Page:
Someone asked me about a “flaw” in myself I learned to love. It really got me thinking. The question had such an impact, I even asked other writers here at Change Your Mind-Change Your Life to share their stories. Here’s mine.
Far from it.
I remember first feeling that sick-in-the-gut wave of anxiety when I was only about 5 years old. I didn’t know what it was. I thought I was going to throw up, but I didn’t.
Playing with dolls, sitting on the couch, out with friends. It really didn’t matter where I was or what I was doing, that wave could come out of nowhere and shoot through my body with no warning.
Early on, it didn’t bother me or stop me from doing anything. Then one day I became aware of the thought, “What if it happens when…??”
With that ‘what if” thought, I gave life to the anxiety, and I gave it the power to tell me what I could and couldn’t do.
It stopped me from living in a dorm in college. It stopped me from traveling by airplane. It stopped me from eating out at restaurants comfortably. It got in the way of me developing close friendships
It stopped me from doing certain things, and at the same time, it pushed me into doing others.
It pushed me to get married at a much too young age. It drove me to create rituals and routines that brought an illusion of comfort. It drove me to be cautious and selective of what I’d eat.
Those are just a few of the examples of the shackles it placed on my life.
Migraine headaches, severe pain in my neck, and upset stomachs to name a few.
I was irritable and prone to angry outbursts. I kept my mind at ease by doing busy work nonstop.
Honestly, I wasn’t much fun to be around, and I wasn’t enjoying life.
I didn’t know what to name what I was feeling. I had no idea I was experiencing anxiety.
I put on a stiff upper lip. My symptoms embarrassed me, so I did whatever I could to hide them. I would grit my teeth and push through the best I could.
Looking back, I guess I was so detached from my emotions, that I couldn’t recognize them for what they were.
Instead of panic attacks, I thought I was having heart or stomach problems. Instead of recognizing fear, I just felt angry.
I was convinced I had an undiagnosed physical problem.
When I admitted it, it lost its destructive power.
It was like a door opened in a giant wall I built to hold in the anxiety. All that pressure could finally deflate.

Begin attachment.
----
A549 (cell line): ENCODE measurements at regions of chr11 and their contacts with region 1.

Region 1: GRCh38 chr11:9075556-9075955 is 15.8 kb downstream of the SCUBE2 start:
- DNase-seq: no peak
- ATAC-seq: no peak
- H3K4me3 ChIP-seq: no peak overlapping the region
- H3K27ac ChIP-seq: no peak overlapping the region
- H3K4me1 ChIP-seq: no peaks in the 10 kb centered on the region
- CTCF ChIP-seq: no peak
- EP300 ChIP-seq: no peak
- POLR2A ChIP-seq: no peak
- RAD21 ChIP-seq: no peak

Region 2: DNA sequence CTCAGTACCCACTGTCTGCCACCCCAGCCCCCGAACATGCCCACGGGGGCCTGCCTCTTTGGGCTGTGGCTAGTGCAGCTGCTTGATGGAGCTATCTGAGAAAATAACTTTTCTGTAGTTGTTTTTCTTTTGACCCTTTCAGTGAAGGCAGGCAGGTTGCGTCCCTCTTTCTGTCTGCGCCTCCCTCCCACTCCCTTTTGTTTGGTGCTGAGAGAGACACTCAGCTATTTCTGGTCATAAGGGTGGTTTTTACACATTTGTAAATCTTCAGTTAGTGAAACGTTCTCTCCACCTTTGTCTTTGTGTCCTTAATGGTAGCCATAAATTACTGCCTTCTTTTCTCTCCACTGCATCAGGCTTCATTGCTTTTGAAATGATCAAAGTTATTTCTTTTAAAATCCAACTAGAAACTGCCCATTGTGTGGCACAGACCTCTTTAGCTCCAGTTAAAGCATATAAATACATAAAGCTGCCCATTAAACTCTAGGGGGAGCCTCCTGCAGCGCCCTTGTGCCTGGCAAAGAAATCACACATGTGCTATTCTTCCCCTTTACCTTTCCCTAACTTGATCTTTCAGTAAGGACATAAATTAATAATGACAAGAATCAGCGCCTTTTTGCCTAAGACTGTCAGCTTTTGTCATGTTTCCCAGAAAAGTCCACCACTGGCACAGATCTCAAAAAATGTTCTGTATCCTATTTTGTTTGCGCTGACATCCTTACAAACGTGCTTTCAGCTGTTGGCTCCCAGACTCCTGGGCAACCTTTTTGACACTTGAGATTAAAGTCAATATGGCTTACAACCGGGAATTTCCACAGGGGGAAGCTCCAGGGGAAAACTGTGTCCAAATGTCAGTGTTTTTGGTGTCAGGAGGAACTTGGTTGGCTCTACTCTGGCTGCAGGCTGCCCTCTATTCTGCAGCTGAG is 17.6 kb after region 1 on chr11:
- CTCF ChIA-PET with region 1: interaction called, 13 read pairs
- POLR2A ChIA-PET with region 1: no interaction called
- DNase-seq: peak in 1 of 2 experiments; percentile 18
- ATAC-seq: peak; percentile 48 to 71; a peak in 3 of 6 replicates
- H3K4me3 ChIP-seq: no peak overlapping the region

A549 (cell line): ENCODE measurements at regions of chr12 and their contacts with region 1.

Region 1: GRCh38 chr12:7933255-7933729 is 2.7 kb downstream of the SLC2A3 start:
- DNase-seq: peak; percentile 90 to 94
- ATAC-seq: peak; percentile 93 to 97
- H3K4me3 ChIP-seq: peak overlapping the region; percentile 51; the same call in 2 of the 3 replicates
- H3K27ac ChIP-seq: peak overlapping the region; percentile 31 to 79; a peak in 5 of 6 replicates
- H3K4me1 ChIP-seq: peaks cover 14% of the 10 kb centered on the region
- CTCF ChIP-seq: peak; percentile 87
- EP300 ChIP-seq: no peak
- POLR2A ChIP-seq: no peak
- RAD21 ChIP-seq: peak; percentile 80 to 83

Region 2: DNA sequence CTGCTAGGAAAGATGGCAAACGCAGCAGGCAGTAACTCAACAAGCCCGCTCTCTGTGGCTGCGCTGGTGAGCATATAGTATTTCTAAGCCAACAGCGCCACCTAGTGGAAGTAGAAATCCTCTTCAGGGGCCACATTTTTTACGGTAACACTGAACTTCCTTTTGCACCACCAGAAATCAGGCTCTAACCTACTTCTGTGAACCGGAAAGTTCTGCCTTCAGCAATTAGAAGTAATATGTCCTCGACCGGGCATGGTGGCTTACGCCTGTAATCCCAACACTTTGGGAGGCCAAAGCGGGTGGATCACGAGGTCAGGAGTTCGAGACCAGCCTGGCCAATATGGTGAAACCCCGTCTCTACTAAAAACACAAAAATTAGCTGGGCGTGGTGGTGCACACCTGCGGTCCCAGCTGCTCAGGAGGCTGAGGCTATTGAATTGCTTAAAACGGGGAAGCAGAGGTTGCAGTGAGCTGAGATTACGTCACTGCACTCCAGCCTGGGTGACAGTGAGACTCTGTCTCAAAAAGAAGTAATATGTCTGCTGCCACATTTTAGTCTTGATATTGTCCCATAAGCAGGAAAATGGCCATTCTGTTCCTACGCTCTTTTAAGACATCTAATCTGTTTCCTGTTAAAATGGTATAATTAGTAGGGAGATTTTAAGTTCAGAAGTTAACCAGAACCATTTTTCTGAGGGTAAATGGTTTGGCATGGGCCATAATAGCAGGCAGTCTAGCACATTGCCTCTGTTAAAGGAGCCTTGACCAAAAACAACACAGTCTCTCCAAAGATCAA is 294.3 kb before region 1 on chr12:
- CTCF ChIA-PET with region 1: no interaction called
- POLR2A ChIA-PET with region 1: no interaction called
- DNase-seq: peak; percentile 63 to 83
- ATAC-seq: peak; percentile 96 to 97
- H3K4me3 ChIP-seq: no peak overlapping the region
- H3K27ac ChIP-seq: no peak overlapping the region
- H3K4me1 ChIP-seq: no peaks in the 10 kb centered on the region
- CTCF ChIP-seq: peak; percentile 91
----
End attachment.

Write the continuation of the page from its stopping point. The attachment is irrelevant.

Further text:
It was a gentle process. I admitted (first to myself and then to others) some of my anxieties, and the false power they tried to exert began to fade.
“Be happy with being you. Love your flaws. Own your quirks. And know that you are just as perfect as anyone else, exactly as you are.” — Ariana Grande
I had coaching. I used techniques like EFT (Emotional Freedom Technique), and NLP (Neuro Linguistic Programming). I used metaphysical scientific prayer.
I cleaned up my diet, and I committed to exercise and outdoor time every day.
The freedom came one step at a time.
What was once something I saw as a “flaw”, and abnormal or broken, is now a superpower I share with the world.
I can vibe with people who experience anxiety.
Knowing I’ve had anxiety, and sometimes still do, makes people know they’re not alone. They’re not crazy. There’s hope. They too can live with a lot less anxiety.
I offer my clients the same tools I used in my healing because I know they work, and they work fast.
3. I help people feel safe, and I’m a nurturer. I create spaces that feel soothing. I love to take care of people’s most human needs. Feeling sick? I’ll make you homemade chicken soup. I never felt safe in my world, so I want to give that gift to you.
4. I’m a fighter. Anxiety doesn’t always show up looking like a person in fear. It’s just as likely to show up looking like a bold risk taker. People with anxiety can be “phobic” or “counter-phobic”. So while I’ve written here about my experience with anxiety, people who know me know how unlikely I am to back down. I stand tall in the face of fear. I’ll get between you and a bully any day. I’ll stand up and say something when no one else will. I’ll risk it all to do the right thing.
And at the same time, I wouldn’t change a thing.
Now I see it as the superpower that it is.
I still feel anxiety at times. It’s part of being human. But now I know what it is, and I’m no longer embarrassed to admit it.
It shaped me and gave me a purpose for the healing work I do with people.
And that’s true for you too. The thing you wish was different or trying to hide can be a gift you share with the world.
Grow to love every inch of your being. Yes, you can still work on growing and improving, but love yourself right now. Accept yourself right now. Forgive yourself right now.
Embrace it all, there really are no flaws.
I want to send you my free guide, “5 Days to More Peace, More Prosperity, and More Happiness”. Click here to get the guide for free!
Visit me at www.christinebradstreet.com